People who lost their lives in the Corona virus were perhaps living and enjoying life to the hilt, but it changed overnight without any forewarning.  They were ordinary, innocent, working people young and old– Americans, Spanish, French, British, Chinese, Africans, Indians and others just like you and me. They got infected by Covid-19 something beyond anyone’s control and comprehension.  The deadly insidious Corona virus today has the whole world in its grip and thousands of precious human lives are lost and thousands more lie on death’s row. That’s how fragile life really is. 

The incalculable number of deaths globally seems horrific to the mind, and mankind is left helpless. Our senses are numbed by the lifeless ‘human cargo’ dumped into large mass graves. It is painful to watch the loss of human dignity experienced in this pandemic.  However talking about deaths have we ever given thought to the death of hundreds of unborn human beings? Abortion for sure a grave moral disorder, is the deliberate killing of an innocent human being. The data on abortions displayed on the Worldometers’ counter is based on the latest statistic on worldwide abortions published by the World Health Organization (WHO). According to WHO, every year in the world there are an estimated 40-50 million abortions. This corresponds to approx. 125,000 abortions per day, a mind boggling number. Isn’t this shocking? These unborn mute and defenceless human beings have been deprived of the right to life, not by a virus but by human intervention.  Can that number match the global count of people who died in a day from the Coronavirus?  This should truly trouble our conscience. 

The Coronavirus pandemic has also sparked a tremendous concern and anxiety for the elderly, who are a vulnerable group due to low immunity and cardio vascular complications. The elderly in addition to other health issues are worried about the prevalent anti-life culture –like providing ventilators to the young ignoring the elderly. They are wondering how to move on in life through these troubled times, and they feel depressed and sentenced to Euthanasia which is morally unacceptable.  In Evangelium Vitae (EV) Pope John Paul II calls euthanasia “a disturbing perversion of mercy.” This doctrine is based upon the natural law and upon the written word of God. Let’s never forget that God alone is the author of life; no one has the right to take it away.
Another humanitarian tragedy that has inadvertently occurred in the Corona times is the pathetic exodus of thousands of migrants. It tugs at the heart to see images of desperate migrants without money, wages, food and shelter amid nationwide lockdowns, walking thousands of kilometres to their home. It is a bitter struggle for life.  It is the much maligned migrant worker who lubricates the wheels of the Indian economy. We know his value but amid the Corona crisis his life seems to have no value. Everyone has the right to life which is protected by law. No one should devalue human life. We must protect, preserve and defend life from it very beginnings to it natural end.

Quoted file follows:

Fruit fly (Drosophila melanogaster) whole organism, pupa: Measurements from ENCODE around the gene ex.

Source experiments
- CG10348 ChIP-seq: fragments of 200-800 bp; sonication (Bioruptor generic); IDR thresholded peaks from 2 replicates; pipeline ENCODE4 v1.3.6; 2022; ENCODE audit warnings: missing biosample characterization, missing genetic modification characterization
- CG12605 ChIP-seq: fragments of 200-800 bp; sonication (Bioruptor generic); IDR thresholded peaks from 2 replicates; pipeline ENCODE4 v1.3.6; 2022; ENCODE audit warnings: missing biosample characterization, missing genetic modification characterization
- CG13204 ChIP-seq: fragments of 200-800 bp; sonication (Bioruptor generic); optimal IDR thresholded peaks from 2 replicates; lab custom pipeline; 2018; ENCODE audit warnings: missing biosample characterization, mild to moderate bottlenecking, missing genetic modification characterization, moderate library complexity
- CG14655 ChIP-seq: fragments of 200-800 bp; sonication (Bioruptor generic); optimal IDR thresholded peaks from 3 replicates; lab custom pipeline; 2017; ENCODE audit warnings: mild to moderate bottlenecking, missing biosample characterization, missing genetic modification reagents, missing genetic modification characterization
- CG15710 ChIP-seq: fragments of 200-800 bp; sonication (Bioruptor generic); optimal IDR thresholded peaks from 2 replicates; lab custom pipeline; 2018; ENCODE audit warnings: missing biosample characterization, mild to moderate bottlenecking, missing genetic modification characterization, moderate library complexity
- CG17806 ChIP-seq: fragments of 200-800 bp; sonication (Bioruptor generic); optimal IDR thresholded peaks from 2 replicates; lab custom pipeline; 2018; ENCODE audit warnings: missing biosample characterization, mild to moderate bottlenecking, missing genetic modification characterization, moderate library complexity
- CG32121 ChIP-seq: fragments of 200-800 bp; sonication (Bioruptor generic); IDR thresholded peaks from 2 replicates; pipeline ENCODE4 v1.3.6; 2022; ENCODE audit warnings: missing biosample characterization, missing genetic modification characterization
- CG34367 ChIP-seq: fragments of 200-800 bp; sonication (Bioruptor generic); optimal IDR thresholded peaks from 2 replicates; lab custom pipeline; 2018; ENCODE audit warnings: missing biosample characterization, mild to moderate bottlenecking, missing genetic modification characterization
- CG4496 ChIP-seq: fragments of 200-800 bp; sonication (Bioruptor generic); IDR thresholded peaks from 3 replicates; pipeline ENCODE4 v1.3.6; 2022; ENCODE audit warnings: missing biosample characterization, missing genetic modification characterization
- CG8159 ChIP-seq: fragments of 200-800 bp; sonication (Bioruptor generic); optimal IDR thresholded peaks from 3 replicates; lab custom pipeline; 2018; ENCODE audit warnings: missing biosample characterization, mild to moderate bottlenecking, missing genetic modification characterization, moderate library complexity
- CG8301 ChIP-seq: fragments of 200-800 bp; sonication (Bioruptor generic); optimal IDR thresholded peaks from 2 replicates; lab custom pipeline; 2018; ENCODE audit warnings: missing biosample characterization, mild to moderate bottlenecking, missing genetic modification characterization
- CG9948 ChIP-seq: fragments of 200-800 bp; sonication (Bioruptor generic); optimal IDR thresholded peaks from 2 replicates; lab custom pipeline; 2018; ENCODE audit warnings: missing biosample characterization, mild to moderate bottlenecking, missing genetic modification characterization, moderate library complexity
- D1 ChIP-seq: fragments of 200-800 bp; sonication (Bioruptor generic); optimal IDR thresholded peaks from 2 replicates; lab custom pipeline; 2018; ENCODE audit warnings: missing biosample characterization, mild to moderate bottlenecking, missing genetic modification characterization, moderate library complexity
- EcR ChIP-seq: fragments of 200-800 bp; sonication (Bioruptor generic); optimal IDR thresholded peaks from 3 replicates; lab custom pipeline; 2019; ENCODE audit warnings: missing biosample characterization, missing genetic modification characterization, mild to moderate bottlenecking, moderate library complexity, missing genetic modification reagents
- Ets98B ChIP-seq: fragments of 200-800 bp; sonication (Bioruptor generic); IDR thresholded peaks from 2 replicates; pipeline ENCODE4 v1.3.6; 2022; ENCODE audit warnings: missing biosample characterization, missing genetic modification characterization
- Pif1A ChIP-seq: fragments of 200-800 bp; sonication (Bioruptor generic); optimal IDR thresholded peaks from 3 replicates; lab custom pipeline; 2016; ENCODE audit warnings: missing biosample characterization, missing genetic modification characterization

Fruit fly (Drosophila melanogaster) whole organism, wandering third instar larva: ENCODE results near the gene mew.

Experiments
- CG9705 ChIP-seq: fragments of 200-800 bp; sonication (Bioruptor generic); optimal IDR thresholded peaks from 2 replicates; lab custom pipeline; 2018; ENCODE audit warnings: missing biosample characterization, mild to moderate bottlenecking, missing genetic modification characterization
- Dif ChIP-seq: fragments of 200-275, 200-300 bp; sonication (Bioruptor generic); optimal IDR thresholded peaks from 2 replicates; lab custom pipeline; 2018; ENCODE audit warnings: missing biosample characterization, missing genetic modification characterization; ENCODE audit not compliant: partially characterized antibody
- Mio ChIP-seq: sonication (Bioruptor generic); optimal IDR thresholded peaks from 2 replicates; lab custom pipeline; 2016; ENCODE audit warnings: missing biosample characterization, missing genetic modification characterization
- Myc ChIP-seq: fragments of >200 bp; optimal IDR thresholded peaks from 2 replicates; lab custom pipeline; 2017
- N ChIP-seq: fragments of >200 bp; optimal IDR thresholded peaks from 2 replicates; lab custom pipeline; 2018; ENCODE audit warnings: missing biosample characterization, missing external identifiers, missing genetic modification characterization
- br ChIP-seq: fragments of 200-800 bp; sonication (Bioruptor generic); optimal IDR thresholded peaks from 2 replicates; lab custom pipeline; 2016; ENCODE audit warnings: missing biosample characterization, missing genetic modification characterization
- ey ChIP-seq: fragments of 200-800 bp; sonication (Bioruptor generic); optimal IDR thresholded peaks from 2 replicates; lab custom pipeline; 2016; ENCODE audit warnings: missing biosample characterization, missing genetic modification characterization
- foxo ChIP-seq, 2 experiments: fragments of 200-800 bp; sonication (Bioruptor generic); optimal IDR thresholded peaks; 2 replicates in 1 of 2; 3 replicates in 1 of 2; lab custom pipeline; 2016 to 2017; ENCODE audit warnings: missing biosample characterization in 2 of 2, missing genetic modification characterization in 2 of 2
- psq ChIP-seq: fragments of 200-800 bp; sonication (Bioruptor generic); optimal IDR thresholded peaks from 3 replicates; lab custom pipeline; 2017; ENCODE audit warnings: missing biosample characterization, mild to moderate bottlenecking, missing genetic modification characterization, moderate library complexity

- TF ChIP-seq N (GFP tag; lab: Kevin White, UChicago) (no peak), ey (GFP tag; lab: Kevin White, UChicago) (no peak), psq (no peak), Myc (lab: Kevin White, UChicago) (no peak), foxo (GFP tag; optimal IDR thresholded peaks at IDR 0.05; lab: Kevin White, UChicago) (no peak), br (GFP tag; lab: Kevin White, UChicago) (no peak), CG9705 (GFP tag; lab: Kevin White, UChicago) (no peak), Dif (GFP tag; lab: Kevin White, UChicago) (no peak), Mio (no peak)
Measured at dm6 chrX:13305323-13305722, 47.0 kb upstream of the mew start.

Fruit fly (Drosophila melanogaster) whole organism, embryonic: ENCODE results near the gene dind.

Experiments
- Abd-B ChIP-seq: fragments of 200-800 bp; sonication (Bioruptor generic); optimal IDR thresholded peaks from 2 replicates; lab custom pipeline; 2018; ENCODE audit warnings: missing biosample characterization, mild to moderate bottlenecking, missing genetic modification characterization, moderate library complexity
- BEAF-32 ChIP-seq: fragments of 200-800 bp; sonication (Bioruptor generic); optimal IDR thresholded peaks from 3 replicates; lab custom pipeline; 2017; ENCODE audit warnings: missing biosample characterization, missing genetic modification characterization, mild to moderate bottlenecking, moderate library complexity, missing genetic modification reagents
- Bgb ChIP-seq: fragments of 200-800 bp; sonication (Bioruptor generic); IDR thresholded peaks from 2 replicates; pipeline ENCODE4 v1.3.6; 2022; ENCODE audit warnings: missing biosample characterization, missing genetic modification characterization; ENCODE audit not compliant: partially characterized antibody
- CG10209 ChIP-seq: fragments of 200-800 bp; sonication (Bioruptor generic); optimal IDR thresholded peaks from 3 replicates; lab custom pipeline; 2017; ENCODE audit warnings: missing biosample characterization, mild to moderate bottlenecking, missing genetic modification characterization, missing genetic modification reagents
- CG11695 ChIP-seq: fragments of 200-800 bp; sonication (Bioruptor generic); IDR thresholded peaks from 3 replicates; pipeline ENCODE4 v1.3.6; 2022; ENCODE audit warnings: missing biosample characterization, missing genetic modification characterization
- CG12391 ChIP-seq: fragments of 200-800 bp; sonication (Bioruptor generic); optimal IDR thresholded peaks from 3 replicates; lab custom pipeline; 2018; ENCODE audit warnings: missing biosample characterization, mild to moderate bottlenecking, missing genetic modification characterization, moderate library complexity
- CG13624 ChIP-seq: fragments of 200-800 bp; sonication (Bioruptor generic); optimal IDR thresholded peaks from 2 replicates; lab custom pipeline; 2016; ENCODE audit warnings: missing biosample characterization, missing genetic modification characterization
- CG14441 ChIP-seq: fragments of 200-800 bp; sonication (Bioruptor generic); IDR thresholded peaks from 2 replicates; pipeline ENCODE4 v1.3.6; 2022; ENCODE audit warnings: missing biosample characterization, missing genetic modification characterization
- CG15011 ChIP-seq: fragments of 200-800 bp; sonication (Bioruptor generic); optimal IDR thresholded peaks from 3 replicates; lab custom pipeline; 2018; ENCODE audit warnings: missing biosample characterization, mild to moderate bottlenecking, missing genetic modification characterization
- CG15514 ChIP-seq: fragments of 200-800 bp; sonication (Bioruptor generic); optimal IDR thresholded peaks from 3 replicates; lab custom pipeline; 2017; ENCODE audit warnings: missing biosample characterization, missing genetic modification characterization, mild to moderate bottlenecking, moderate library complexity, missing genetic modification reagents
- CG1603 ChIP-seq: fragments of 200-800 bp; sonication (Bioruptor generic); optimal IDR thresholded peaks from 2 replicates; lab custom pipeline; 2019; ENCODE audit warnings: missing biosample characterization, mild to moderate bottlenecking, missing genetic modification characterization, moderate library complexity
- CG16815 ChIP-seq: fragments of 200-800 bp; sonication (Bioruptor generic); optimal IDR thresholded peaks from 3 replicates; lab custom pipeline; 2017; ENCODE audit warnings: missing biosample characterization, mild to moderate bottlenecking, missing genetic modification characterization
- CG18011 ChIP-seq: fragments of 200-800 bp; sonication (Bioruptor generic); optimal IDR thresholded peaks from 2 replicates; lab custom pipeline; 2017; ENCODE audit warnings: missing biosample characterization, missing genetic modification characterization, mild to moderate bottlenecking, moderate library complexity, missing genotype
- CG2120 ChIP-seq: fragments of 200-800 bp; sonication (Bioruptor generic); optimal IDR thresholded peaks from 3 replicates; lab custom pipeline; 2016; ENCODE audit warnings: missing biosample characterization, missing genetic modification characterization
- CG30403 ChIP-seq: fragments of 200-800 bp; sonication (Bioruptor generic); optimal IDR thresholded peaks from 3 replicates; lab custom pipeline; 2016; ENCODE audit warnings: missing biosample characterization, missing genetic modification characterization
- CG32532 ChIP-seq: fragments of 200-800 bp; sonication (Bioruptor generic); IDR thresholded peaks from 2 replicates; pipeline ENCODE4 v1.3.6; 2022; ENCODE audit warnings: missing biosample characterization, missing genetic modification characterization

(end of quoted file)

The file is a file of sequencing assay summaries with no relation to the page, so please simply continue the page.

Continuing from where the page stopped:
The Catholic Church, EV or the Gospel of Life regards human life as sacred, and taking any innocent life is immoral and sinful. It condemns Euthanasia as it does Abortion; it deals with issues pertaining to the sanctity of human life. Suffering is salvific, but the Church believes that no one needs to suffer a long painful death and that the sick must be treated and the dying comforted. 

Let us always remember that we are created in God’s image and likeness (Gen 1:26), and hence our life has an intrinsic value. Each one of us is created for a purpose and a plan. There’s so much we don’t know about our beautiful universe, but there’s one thing we know that life is precious and fragile, lets experience and live life to the fullest. Whatever we can do in these troubled times to save life, let’s do it with a cheerful heart. Let no one think of putting an end to life, either by killing it in the womb or by hastening it to the tomb.

Dr Jeanette is an Educator, the former Director and presently member of the Archdiocesan Human Life Committee.


Brinelle Lobo

There has been an overdose of articles talking about how the world will never be the same again, pre and post Covid, the new normal, remote working and much more. Today, we are going to talk about and celebrate one of the most telling human stories that have emerged from COVID 19 and the country-wide lockdown – stories of people who have put their lives on the line so that we may stay healthy and safe.

Over the past 2 months and counting, I have not set foot outside my house even once. It is my brother who steps out once in 10 days to purchase the essentials. The 3 hours that he spends out has me anxious for his safety from this deadly virus. And that is when I stop to think about the families of those who make life comfortable for us. They are just like you and me - somebody’s father or mother, husband or wife or maybe a child - the only difference being, their job takes them right into the battle field, while mine allows me to work from the comfort of my couch.